Q: What do you do if at the age of 22 years old you have already won some of the largest freestyle MC battles but haven’t recorded an album and everyone expects you to make a battle rap record?
A: You make an insightful, beautiful and questioning album.
Q: After you made stoney head music and now everyone expects you to make more indie rap music, what’s next?
A: You make battle rap and tell everyone how dope you are.
Q: Ok, we give up, third album?
A: Holy shit, we can’t even describe that one. Let’s start at the beginning.
First Born is the first album from the Minneapolis/St. Paul duo, Eyedea & Abilities, under the mighty Rhymesayers record label. Eyedea made a name for himself as a battle MC, winning Scribble Jam (1999) and HBO Blaze Battle (2000). DJ Abilities also made a name for himself as one of the most talented local DJs and producers, and managed to secure himself two regional DMC titles in 1999 and 2001. All this before they recorded an album. So round the bend comes First Born, and everyone says, “huh?” It occurs to us that this starts sounding like a movie about a tortured artist?
We will gladly admit, they don’t make it easy. We imagine that after winning all those battles and spending a lot of time talking shit, they felt it was time for something different. We wouldn’t say that they went out of their way to make a anti popular music album, but they didn’t go out of their way to be commercial either. They probably just wanted to make this music, and set out to do it.
First Born is aptly named. It is sprawling, ambitious, heavy and unique. It suffers from some growing pains, but as a first work, it is incredibly mature. It is also a bit indescribable. From the get go, Eyedea does not hide the fact that he was there to talk about some serious shit, and you can stuff it if you like. The first song is an explanation about what is happening, and the second launches straight into an ode to music itself. By the third song, Eyedea is talking about the difference (or lack of) between himself and a fish. By song six, he’s onto a narrative about a man who refuses to dream. He name checks Plato’s cave theory, the Copenhagen interpretation of modern quantum physics, and all sorts of other concepts. He also takes it too far, sometimes it’s simply too much to be able to write about in a subtle manner.
Pitchfork mostly panned it. Critics didn’t really know what was up with it. There was a general lukewarm reception, including from us (forgive us, we didn’t know better). But it’s also because it’s hard to like. You have to want it, or have it catch you at the right moment. Eyedea has something to say, and Abilities has made some crunchy tracks to go along. We can understand the criticism, it’s too nerdy, it’s too indie, too much talk about mental states and insanity and blabety blah. These critics are of course completely right, except those are the things which make the album interesting. The album isn’t a home run either, there are area’s which could be improved, but this doesn’t really matter. It’s an album from a time, and it fits perfectly into that time. That was a time where they were learning about what they wanted to do, and how to do it. We like the ride on the learning curve, because fear clearly isn’t a factor.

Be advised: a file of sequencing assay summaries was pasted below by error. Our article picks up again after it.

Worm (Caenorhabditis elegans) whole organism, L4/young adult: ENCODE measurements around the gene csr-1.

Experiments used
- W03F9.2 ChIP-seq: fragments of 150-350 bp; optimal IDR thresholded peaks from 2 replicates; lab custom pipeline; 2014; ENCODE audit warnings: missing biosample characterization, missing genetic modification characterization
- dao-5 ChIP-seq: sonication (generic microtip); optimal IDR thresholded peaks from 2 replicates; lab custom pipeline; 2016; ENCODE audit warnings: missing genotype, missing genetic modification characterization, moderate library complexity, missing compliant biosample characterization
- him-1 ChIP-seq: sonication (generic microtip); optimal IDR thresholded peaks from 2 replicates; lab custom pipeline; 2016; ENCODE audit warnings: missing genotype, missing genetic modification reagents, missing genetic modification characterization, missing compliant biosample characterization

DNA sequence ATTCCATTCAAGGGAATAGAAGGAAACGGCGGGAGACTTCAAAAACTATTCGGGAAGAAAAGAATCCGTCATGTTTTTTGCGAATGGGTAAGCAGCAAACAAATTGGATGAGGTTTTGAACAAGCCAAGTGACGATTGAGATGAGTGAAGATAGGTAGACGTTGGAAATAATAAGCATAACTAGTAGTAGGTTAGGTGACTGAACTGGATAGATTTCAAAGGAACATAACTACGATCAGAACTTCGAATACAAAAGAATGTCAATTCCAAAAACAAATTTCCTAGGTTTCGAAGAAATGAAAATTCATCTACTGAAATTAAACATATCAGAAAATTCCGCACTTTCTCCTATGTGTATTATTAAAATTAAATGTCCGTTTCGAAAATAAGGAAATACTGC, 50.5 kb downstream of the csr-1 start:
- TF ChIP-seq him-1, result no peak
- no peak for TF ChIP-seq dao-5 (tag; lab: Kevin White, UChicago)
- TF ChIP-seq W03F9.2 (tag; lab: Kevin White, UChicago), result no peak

This is hard to write, because Eyedea is the one and only musician who when they died, it hurt us. We never been much of super fan types to that degree (even Kurt didn’t hurt personally), but this one was a fucking stinger. Not much is known about what he died of, but it was at home in bed. It doesn’t really matter, we just miss him. Luckily, he already told us about how he would behave on his way out, and it’s gives us hope for the future, everyone’s future.
Step by Step off of his excellent album, The Many Faces Of Oliver Hart Or How Eye One The Write Too Think, we’ll talk about that one later on.
We won’t leave it on this note though, because there is in fact an even better video (and there are a lot online) of Eyedea battling, not because he destroys MURS in this battle (some say MURS in better in this one, we say they both kill it), but because you can simply see how much life and fun were in the guy. Let’s leave it on that note instead.
Pick up First Born through Fifth Element, or those other interweb places you go.
Bonus reading: Sage Francis has written a really good text about Eyedea, read it here.